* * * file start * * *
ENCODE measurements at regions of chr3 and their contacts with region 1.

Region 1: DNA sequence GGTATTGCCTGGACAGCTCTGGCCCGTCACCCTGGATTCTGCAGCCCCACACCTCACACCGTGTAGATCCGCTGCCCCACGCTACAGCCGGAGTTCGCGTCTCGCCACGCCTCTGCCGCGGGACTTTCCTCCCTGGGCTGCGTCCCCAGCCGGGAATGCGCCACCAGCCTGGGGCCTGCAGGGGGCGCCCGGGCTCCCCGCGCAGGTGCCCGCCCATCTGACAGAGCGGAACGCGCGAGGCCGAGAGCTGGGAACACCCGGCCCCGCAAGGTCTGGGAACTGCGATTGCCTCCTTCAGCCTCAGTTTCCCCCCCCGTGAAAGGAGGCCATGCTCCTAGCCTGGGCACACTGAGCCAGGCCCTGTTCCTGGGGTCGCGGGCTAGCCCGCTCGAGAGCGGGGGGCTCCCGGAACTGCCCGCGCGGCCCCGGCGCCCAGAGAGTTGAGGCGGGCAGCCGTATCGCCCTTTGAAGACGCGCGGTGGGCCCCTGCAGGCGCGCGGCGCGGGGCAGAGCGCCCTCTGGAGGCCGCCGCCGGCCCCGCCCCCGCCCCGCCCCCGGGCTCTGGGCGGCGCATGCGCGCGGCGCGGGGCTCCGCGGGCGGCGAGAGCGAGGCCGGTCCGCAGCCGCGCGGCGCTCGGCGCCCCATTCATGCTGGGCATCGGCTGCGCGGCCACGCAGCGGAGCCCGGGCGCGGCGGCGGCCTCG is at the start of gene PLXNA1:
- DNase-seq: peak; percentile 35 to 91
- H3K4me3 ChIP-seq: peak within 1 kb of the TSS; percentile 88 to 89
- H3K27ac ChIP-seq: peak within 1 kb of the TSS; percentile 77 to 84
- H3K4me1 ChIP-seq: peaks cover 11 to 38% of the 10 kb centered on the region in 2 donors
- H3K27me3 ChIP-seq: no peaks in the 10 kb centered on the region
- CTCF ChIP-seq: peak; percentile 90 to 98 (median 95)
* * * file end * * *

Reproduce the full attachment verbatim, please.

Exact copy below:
ENCODE measurements at regions of chr3 and their contacts with region 1.

Region 1: DNA sequence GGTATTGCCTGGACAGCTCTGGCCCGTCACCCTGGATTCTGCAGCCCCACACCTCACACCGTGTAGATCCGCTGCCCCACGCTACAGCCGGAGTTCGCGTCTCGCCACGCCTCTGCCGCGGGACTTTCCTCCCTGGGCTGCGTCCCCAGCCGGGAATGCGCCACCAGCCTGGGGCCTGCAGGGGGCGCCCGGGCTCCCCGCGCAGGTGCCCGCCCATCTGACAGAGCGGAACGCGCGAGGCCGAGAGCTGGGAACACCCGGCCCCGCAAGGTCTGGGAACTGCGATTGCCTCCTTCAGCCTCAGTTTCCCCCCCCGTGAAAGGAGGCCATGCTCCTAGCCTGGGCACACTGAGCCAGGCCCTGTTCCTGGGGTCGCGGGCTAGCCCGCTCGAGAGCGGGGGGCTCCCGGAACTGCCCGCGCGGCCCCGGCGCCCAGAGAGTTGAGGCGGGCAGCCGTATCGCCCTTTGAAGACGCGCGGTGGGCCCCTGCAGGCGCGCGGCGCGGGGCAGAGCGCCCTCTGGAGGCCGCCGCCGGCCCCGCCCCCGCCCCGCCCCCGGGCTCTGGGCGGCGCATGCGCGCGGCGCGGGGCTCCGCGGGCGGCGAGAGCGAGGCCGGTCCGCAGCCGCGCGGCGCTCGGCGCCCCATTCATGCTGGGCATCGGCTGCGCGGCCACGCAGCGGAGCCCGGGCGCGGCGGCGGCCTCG is at the start of gene PLXNA1:
- DNase-seq: peak; percentile 35 to 91
- H3K4me3 ChIP-seq: peak within 1 kb of the TSS; percentile 88 to 89
- H3K27ac ChIP-seq: peak within 1 kb of the TSS; percentile 77 to 84
- H3K4me1 ChIP-seq: peaks cover 11 to 38% of the 10 kb centered on the region in 2 donors
- H3K27me3 ChIP-seq: no peaks in the 10 kb centered on the region
- CTCF ChIP-seq: peak; percentile 90 to 98 (median 95)